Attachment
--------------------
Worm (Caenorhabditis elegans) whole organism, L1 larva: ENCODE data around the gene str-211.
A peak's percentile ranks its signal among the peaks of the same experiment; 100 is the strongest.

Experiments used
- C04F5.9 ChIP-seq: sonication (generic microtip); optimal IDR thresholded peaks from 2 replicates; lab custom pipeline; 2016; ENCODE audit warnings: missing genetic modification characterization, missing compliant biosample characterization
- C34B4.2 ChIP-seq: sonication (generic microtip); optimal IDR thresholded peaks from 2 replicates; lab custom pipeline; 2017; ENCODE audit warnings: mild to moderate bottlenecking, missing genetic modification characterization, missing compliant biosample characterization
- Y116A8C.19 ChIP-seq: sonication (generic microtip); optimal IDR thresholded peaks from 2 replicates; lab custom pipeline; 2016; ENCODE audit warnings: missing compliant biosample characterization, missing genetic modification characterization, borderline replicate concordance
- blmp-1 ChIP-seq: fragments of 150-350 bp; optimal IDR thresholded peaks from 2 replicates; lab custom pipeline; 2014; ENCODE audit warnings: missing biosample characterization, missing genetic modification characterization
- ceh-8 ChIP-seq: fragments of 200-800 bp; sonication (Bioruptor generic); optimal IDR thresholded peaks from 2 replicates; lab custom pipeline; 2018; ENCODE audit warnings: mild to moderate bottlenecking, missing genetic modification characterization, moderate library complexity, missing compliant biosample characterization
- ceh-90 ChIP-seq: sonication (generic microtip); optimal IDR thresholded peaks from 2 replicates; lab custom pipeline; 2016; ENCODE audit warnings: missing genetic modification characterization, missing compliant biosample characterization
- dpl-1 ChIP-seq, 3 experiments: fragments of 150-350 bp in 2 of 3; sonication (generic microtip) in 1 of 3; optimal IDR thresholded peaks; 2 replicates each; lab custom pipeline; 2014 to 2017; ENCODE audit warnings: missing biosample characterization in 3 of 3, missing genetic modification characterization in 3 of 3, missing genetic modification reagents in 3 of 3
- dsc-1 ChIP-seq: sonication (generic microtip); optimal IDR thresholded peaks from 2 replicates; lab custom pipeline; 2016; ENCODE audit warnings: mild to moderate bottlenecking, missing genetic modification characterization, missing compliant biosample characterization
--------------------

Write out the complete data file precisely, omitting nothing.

Worm (Caenorhabditis elegans) whole organism, L1 larva: ENCODE data around the gene str-211.
A peak's percentile ranks its signal among the peaks of the same experiment; 100 is the strongest.

Experiments used
- C04F5.9 ChIP-seq: sonication (generic microtip); optimal IDR thresholded peaks from 2 replicates; lab custom pipeline; 2016; ENCODE audit warnings: missing genetic modification characterization, missing compliant biosample characterization
- C34B4.2 ChIP-seq: sonication (generic microtip); optimal IDR thresholded peaks from 2 replicates; lab custom pipeline; 2017; ENCODE audit warnings: mild to moderate bottlenecking, missing genetic modification characterization, missing compliant biosample characterization
- Y116A8C.19 ChIP-seq: sonication (generic microtip); optimal IDR thresholded peaks from 2 replicates; lab custom pipeline; 2016; ENCODE audit warnings: missing compliant biosample characterization, missing genetic modification characterization, borderline replicate concordance
- blmp-1 ChIP-seq: fragments of 150-350 bp; optimal IDR thresholded peaks from 2 replicates; lab custom pipeline; 2014; ENCODE audit warnings: missing biosample characterization, missing genetic modification characterization
- ceh-8 ChIP-seq: fragments of 200-800 bp; sonication (Bioruptor generic); optimal IDR thresholded peaks from 2 replicates; lab custom pipeline; 2018; ENCODE audit warnings: mild to moderate bottlenecking, missing genetic modification characterization, moderate library complexity, missing compliant biosample characterization
- ceh-90 ChIP-seq: sonication (generic microtip); optimal IDR thresholded peaks from 2 replicates; lab custom pipeline; 2016; ENCODE audit warnings: missing genetic modification characterization, missing compliant biosample characterization
- dpl-1 ChIP-seq, 3 experiments: fragments of 150-350 bp in 2 of 3; sonication (generic microtip) in 1 of 3; optimal IDR thresholded peaks; 2 replicates each; lab custom pipeline; 2014 to 2017; ENCODE audit warnings: missing biosample characterization in 3 of 3, missing genetic modification characterization in 3 of 3, missing genetic modification reagents in 3 of 3
- dsc-1 ChIP-seq: sonication (generic microtip); optimal IDR thresholded peaks from 2 replicates; lab custom pipeline; 2016; ENCODE audit warnings: mild to moderate bottlenecking, missing genetic modification characterization, missing compliant biosample characterization